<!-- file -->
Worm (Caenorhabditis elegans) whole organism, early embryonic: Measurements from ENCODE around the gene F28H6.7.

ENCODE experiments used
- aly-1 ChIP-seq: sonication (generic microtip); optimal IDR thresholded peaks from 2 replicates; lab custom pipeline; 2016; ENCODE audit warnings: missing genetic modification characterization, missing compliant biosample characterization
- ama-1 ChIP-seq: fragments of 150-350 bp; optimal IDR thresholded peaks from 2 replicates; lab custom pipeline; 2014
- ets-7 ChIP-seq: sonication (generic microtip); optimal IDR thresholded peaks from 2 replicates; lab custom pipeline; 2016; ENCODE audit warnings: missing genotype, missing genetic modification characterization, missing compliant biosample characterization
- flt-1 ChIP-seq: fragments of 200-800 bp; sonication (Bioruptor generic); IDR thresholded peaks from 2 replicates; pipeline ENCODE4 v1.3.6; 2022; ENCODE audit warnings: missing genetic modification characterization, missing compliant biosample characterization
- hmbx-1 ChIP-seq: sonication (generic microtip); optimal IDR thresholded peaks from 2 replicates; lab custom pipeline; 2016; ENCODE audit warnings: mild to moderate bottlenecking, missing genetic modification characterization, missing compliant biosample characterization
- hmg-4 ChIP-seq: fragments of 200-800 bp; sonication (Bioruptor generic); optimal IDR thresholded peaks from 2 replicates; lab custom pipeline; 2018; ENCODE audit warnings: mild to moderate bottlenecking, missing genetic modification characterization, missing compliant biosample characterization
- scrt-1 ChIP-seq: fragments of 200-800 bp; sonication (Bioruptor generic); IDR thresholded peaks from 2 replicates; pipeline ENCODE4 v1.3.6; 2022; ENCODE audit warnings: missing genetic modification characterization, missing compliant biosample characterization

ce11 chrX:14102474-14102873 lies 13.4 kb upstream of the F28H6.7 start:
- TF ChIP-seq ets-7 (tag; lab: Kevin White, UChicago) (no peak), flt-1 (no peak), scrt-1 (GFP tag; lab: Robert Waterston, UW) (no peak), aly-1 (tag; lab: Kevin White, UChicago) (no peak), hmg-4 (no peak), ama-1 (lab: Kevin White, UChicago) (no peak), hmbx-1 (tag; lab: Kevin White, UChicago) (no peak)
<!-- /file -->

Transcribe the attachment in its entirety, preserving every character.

Worm (Caenorhabditis elegans) whole organism, early embryonic: Measurements from ENCODE around the gene F28H6.7.

ENCODE experiments used
- aly-1 ChIP-seq: sonication (generic microtip); optimal IDR thresholded peaks from 2 replicates; lab custom pipeline; 2016; ENCODE audit warnings: missing genetic modification characterization, missing compliant biosample characterization
- ama-1 ChIP-seq: fragments of 150-350 bp; optimal IDR thresholded peaks from 2 replicates; lab custom pipeline; 2014
- ets-7 ChIP-seq: sonication (generic microtip); optimal IDR thresholded peaks from 2 replicates; lab custom pipeline; 2016; ENCODE audit warnings: missing genotype, missing genetic modification characterization, missing compliant biosample characterization
- flt-1 ChIP-seq: fragments of 200-800 bp; sonication (Bioruptor generic); IDR thresholded peaks from 2 replicates; pipeline ENCODE4 v1.3.6; 2022; ENCODE audit warnings: missing genetic modification characterization, missing compliant biosample characterization
- hmbx-1 ChIP-seq: sonication (generic microtip); optimal IDR thresholded peaks from 2 replicates; lab custom pipeline; 2016; ENCODE audit warnings: mild to moderate bottlenecking, missing genetic modification characterization, missing compliant biosample characterization
- hmg-4 ChIP-seq: fragments of 200-800 bp; sonication (Bioruptor generic); optimal IDR thresholded peaks from 2 replicates; lab custom pipeline; 2018; ENCODE audit warnings: mild to moderate bottlenecking, missing genetic modification characterization, missing compliant biosample characterization
- scrt-1 ChIP-seq: fragments of 200-800 bp; sonication (Bioruptor generic); IDR thresholded peaks from 2 replicates; pipeline ENCODE4 v1.3.6; 2022; ENCODE audit warnings: missing genetic modification characterization, missing compliant biosample characterization

ce11 chrX:14102474-14102873 lies 13.4 kb upstream of the F28H6.7 start:
- TF ChIP-seq ets-7 (tag; lab: Kevin White, UChicago) (no peak), flt-1 (no peak), scrt-1 (GFP tag; lab: Robert Waterston, UW) (no peak), aly-1 (tag; lab: Kevin White, UChicago) (no peak), hmg-4 (no peak), ama-1 (lab: Kevin White, UChicago) (no peak), hmbx-1 (tag; lab: Kevin White, UChicago) (no peak)